The recovery of Africa’s southern square-lipped white rhinoceros over the last hundred years is one of the continent’s major success stories. Long may it last.

Close to extinction this time last century, numbering less than a hundred, they now boast a population of somewhere between 19,500 and 21,000. All living in southern Africa, with the vast majority holed up in South Africa.

The most recent white rhino experience I had was when visiting the UNESCO World Heritage listed Mosi Oa Tunya National Park on the upper Zambezi River. Without any warning, I almost fell upon this exciting enclave of a dozen white rhino. As these photos show, the animals are monitored and guarded, by a small collection of under-funded, enthusiastic and dedicated park rangers.

The rangers’ enthusiasm and obvious emotional engagement with each individual animal is infectious, and their understanding of each rhino’s character and behaviour patterns are essential to their very survival. As they carefully direct you on how to approach an animal on foot – safely – I for one was delighted to follow each of their nods and hand flicks. Even though I was aware of the white rhinos’ reputation for relative calmness, I felt extremely vulnerable when standing no more than twenty metres from their 1.8-2.5kg bulk.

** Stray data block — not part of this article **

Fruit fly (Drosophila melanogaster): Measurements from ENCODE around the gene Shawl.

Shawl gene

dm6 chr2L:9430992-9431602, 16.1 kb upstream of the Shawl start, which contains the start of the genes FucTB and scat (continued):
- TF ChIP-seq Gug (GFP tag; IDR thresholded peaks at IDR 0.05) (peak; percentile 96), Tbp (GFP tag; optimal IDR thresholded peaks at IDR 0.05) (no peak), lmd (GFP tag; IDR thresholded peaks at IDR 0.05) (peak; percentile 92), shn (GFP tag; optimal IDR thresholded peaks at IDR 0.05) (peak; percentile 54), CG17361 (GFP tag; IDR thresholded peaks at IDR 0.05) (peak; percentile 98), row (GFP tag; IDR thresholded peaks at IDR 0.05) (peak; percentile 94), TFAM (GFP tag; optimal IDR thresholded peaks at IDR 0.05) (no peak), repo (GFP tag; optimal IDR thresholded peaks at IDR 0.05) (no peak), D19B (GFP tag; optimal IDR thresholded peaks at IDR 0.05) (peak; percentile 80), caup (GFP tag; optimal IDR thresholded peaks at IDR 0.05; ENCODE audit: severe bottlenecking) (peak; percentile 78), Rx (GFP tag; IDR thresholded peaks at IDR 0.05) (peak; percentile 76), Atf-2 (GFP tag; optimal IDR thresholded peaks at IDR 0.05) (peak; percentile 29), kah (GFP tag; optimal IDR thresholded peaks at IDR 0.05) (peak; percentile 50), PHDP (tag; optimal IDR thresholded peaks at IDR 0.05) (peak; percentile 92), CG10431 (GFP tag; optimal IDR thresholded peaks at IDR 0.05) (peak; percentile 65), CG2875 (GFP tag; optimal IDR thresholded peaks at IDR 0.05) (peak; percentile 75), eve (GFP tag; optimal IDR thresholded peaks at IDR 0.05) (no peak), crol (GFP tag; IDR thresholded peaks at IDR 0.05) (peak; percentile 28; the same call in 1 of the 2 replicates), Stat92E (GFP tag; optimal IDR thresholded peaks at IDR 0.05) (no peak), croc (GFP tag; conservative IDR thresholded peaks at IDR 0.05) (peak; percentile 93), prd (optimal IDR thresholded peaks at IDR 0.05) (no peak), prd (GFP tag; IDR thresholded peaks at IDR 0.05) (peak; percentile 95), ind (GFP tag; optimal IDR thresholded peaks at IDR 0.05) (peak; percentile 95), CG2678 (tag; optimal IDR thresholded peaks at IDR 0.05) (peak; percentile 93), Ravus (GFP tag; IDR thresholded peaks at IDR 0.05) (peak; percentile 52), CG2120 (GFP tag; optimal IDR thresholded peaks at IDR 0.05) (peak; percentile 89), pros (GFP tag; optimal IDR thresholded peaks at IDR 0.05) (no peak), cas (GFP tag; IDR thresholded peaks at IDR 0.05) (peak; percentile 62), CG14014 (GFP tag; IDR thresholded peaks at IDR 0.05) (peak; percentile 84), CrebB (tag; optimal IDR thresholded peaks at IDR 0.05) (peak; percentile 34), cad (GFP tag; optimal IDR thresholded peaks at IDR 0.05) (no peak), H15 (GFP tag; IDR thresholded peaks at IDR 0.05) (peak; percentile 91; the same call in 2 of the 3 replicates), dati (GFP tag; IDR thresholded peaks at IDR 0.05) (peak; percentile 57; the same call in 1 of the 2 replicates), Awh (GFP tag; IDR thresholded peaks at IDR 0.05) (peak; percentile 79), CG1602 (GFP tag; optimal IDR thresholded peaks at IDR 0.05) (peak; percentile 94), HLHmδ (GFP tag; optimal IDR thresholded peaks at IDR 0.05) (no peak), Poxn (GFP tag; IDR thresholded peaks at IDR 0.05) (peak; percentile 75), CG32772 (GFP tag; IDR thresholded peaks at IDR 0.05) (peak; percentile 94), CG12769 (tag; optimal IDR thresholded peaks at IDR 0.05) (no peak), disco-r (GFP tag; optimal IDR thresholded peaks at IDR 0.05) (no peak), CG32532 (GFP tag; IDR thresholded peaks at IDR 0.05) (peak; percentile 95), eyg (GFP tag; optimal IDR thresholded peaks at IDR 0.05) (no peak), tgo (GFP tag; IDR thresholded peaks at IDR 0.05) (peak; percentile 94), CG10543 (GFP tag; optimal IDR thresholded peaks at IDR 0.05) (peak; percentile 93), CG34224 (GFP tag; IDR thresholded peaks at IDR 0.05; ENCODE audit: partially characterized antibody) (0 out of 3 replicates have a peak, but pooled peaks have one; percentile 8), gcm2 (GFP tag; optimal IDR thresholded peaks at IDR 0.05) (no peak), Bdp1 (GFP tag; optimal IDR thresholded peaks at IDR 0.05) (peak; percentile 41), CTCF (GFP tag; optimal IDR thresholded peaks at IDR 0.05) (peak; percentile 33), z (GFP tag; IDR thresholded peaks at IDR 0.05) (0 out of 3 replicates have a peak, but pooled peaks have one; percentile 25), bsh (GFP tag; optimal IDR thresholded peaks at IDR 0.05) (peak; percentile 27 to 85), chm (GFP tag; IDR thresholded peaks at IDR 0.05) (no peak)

Although hardly-bullet proof, the rangers’ monitoring of each rhino’s day-to-day movements does help protect the animals from local poachers.

However, with Zimbabwe’s political insecurity so much in the news recently, the worry is that the fragile balance of Africa’s wildlife conservation may be affected.  When domestic politics hits an unstable period, protecting the environment and some of the most threatened wildlife often becomes a low priority.

The fact is that the resources required to restore rhino numbers are limited at the best of times. So when political will dissipates, the continued presence and financial support that tourism offers becomes essential.

Right now, any chance to clap eyes on this magnificent species should be grabbed. We could be the last generation to enjoy their very existence, thanks to the enormous efforts of southern Africa’s environmentalists who have so successfully safeguarded their white rhino numbers.